Like those with power in war, politics, religion, and even charities and greater-good enterprises, business leaders share the strong human need to preserve things as they are … to tinker rather than transform.
Building modestly on what is, jiggering with it, making small corrections—preserving the status quo no matter what, either deliberately or non-consciously, is the object of our desire. Change, particularly wholesale change is ambiguous and unknown—and like so many of us, leaders of mature organizations (and their boards) hate the unknown, which addicts them to what they know. As is said in recovery circles, maybe it smells bad, but at least it’s familiar.
After all, it’s far less threatening to go to a TED talk or read an e-book about reinventing yourself or your organization than to rip it apart and start again. Just look at any major trend in leadership—like “innovation”—and the more you see it written about or talked about, the greater the problem people have actually doing it, partiuclarly when something is already built and running.
And no matter what domain you look at—where us humans are involved—there’s a powerful magnetic pull to avoid change, or reinvention, even when facing a potentially tremendous opportunity for a greater good.
So it shouldn't come as a shock that there's an inverse relationship between maturity and the capacity / willingness for innovation. The more mature an organization, or entrenched its leadership may be, the less significant innovation is taken on.
Back in 2009 I dubbed this “status quo fetishism”—the tremendous impetus among leaders of mature organizations to tinker with the norms of the day rather than transform their products and services into something better. They see any rapid or major change as a threat: destabilizing, too risky, or too hard.
While the media and politicians (whenever they can make some hay of it) love to demonize corporations and their leaders, I’m inclined to take a more loving view. These execs are generally smart, capable, well-intentioned, solid people, facing the full catastrophe life presents each of us, in their own way.
To know someone well is to understand what he or she fears, and what they desire. They, like all of us, mainly fear not getting what they want, or losing what they have. They desire to love and be loved by those around them. It’s no leap of faith to get why they’re quite cautious about jumping on the reinvention / transformation bandwagon.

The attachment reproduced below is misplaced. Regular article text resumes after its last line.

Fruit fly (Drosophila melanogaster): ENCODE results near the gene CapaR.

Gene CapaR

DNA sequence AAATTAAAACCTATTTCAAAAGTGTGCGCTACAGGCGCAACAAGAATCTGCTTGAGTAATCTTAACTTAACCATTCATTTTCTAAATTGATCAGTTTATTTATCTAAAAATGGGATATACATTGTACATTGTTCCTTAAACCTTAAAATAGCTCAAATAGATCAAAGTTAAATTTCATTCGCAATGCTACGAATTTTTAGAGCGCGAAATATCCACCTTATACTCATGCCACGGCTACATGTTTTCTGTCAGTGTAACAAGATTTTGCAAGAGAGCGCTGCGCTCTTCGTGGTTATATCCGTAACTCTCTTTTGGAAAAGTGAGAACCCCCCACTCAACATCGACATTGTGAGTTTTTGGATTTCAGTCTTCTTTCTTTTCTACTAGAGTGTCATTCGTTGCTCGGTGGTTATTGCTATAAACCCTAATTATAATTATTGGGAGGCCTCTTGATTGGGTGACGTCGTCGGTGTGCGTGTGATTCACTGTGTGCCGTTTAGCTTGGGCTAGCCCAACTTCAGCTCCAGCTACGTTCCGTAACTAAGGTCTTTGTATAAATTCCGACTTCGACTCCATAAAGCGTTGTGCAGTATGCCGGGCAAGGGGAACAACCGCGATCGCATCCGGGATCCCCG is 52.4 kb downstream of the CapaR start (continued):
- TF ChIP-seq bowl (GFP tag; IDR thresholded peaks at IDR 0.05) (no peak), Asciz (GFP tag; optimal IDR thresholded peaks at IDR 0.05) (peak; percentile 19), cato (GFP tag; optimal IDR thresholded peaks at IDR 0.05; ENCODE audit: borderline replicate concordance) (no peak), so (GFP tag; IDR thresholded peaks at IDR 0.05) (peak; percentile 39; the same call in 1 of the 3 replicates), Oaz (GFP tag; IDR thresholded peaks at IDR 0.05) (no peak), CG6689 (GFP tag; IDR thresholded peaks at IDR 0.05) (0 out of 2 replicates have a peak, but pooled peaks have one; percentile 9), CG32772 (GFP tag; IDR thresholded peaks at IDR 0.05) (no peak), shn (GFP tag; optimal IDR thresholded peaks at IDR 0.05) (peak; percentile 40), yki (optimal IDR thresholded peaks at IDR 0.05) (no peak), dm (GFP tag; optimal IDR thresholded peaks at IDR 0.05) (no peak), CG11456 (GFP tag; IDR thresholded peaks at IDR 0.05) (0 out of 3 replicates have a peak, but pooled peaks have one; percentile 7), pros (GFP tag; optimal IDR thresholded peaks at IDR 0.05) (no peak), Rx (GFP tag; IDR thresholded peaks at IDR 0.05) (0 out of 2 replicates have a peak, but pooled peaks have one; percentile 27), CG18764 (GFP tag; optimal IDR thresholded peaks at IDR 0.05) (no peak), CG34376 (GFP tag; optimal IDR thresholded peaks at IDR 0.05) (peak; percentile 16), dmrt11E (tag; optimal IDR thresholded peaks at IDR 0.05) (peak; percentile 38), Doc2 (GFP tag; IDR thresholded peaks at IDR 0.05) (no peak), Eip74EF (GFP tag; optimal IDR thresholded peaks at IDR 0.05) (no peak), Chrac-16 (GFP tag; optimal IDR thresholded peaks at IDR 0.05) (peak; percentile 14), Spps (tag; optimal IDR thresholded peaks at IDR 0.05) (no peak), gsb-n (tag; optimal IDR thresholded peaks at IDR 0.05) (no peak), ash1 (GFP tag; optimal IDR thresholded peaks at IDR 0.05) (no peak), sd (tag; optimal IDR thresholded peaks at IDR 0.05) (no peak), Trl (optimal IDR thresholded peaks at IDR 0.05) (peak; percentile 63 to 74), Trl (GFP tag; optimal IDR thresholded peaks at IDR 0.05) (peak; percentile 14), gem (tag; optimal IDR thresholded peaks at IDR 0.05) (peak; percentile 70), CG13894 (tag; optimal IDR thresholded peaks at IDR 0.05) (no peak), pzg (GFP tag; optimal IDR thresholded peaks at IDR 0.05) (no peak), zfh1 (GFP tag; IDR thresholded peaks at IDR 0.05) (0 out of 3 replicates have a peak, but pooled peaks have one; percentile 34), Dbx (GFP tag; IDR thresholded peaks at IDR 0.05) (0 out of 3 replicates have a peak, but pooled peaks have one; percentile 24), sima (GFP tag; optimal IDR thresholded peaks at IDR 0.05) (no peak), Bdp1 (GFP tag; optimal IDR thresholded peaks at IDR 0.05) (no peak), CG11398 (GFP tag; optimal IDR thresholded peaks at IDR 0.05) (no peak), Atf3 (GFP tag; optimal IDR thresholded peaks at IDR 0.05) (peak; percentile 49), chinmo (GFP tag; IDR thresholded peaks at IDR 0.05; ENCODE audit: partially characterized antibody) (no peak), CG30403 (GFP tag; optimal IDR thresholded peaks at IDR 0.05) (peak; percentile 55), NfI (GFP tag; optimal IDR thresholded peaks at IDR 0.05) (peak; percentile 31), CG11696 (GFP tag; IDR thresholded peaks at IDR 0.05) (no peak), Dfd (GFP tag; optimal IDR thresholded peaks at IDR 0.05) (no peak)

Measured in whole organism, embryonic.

When something’s been built and out in the world for a while, self-preservation naturally kicks in. Change is harder. Indeed human nature is such that it takes a LOT of pain to propel a LOT of change.
The need to jigger with, game, and otherwise buy into the way things are versus change the rules altogether is the nature of the corporate jungle, and can be traced through what I see as four stages of an organization’s life:
1. INNOVATION: The birth of an idea or wholesale reinvention of something that can make the world a better place, or simply deliver a tremendous product or service. People involved in this venture tend to say “Oh my god, this is truly ingenuous, and may change everything!”
2. AUGMENTATION: Provided it makes it out of the early stage, there is a natural process of expansion / growth of the ideas into something larger. Those involved in this stage will say “It’s a wild ride! We need to nail things together better, though…”
3. CONSOLIDATION: Once this growth period levels off, there is the desire to consolidate power, revise content, process, and systematize. Here’s where you hear, “Things are taking longer to get done, but at least we have some process.”
4. SELF-PRESERVATION: This is where the shields go up, the hatches baton down, and the wagons are circled around the status quo. Changes made are incremental, rather than fundamental.” Getting stuck in this stage (rather than going back to INNOVATION) presents organizations and society with difficulties, particularly where there is potential for a greater good, or for doing harm. “Too big to fail,” characterizes many Stage 4 enterprises, as they are largest in the world, which means they have tremendous influence on all our lives.
In the U.S., we have entire industries, government agencies, educational systems, scientific systems, policies toward other nations, regulatory bodies, and the list goes WAY on, all in “self-preservation” mode.
Leaders of Stage Four enterprises aren’t typically evil or ill intentioned (evil / ill intentioned takes an innovative approach, which is one of the reasons it can be so threatening)—they’re just stuck, and their challenge is to recognize that status quo fetishism is a long term threat to sustainability for all of us, and get back to the best of what they are: innovators with the vision and resources to change for the greater good. Demonizing them simply isn't helpful, and in fact, just makes them want to dig in further.
Take a good hard look at what you’re holding on to, and keeping as it is, particularly if you are a leader. Realize that you come by your status quo fetish honestly, and don’t shy away from a new, blank whiteboard—the innovation that can come from that is surely worthwhile.